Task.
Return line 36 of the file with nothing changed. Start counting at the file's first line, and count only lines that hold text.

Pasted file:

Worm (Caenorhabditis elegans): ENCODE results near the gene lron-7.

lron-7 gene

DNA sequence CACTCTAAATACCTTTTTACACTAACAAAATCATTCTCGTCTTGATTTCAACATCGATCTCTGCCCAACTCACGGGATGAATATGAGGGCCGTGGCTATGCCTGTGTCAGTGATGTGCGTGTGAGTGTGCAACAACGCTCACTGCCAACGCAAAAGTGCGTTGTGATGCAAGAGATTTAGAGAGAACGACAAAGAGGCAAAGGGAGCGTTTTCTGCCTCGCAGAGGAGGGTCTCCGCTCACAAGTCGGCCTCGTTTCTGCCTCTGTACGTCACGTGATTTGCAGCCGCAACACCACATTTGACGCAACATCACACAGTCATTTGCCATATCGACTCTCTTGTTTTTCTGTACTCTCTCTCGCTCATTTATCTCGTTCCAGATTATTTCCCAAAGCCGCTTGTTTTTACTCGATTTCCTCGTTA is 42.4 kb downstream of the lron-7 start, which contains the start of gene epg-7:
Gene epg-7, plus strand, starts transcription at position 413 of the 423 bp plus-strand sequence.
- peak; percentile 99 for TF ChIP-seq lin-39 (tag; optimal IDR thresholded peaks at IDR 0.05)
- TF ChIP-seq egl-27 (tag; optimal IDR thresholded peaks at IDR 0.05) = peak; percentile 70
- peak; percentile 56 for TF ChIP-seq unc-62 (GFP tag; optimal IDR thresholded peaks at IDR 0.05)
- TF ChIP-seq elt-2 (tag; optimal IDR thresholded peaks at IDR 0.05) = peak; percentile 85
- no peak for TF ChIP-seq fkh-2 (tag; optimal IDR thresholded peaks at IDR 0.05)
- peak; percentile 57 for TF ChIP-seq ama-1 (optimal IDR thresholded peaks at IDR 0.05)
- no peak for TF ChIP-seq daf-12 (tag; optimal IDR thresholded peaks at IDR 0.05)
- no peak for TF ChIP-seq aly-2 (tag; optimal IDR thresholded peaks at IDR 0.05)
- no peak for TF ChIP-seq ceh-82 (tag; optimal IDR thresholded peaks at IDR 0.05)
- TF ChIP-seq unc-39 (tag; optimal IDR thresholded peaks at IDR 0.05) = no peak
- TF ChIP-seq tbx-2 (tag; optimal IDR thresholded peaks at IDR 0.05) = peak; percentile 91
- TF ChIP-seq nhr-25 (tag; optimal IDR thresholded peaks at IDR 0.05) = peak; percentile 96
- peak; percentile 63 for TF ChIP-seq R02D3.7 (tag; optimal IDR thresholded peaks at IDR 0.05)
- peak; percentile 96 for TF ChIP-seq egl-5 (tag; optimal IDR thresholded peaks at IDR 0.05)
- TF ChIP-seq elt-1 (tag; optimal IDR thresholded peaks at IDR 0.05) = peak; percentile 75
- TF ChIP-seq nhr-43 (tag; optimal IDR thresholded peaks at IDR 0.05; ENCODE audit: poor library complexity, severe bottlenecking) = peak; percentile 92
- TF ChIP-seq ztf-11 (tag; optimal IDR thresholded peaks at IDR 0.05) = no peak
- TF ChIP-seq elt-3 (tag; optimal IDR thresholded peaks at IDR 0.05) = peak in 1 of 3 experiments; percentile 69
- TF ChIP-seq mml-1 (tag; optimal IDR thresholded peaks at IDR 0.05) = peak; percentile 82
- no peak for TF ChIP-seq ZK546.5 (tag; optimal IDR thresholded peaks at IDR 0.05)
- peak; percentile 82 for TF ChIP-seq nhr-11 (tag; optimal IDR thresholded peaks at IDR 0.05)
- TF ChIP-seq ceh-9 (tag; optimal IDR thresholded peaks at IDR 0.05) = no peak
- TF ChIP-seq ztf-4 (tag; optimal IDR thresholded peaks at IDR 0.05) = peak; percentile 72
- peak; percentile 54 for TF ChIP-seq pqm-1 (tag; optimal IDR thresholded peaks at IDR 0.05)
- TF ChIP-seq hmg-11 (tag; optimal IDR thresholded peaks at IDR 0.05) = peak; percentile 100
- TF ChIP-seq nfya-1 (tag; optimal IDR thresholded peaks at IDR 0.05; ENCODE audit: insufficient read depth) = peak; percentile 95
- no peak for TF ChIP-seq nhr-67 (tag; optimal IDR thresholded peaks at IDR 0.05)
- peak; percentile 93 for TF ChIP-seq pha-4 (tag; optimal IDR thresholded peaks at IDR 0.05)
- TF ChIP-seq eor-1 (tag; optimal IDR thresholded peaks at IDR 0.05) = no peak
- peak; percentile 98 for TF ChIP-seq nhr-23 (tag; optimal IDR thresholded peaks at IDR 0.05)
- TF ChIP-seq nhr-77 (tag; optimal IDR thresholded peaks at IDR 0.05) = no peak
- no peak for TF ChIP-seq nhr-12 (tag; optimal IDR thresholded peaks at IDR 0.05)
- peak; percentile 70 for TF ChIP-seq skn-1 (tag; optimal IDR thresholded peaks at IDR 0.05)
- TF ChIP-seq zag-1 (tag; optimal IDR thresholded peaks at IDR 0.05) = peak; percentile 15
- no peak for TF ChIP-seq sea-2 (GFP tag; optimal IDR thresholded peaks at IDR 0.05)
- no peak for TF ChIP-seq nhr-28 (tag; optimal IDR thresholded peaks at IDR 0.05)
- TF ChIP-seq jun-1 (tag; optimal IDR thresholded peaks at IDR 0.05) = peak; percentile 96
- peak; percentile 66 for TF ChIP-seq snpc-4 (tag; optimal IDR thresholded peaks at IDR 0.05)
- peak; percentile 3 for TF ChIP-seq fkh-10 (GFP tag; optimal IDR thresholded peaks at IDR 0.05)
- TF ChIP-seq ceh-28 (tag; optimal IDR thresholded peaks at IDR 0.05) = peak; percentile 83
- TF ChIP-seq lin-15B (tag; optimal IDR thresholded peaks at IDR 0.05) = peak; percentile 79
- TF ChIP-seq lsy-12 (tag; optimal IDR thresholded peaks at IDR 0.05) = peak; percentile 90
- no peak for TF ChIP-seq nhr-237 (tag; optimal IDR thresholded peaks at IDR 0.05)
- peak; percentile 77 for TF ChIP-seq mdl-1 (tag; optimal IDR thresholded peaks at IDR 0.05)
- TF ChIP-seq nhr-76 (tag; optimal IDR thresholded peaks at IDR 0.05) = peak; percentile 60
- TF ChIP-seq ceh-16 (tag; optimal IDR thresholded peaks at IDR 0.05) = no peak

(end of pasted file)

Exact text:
- no peak for TF ChIP-seq nhr-12 (tag; optimal IDR thresholded peaks at IDR 0.05)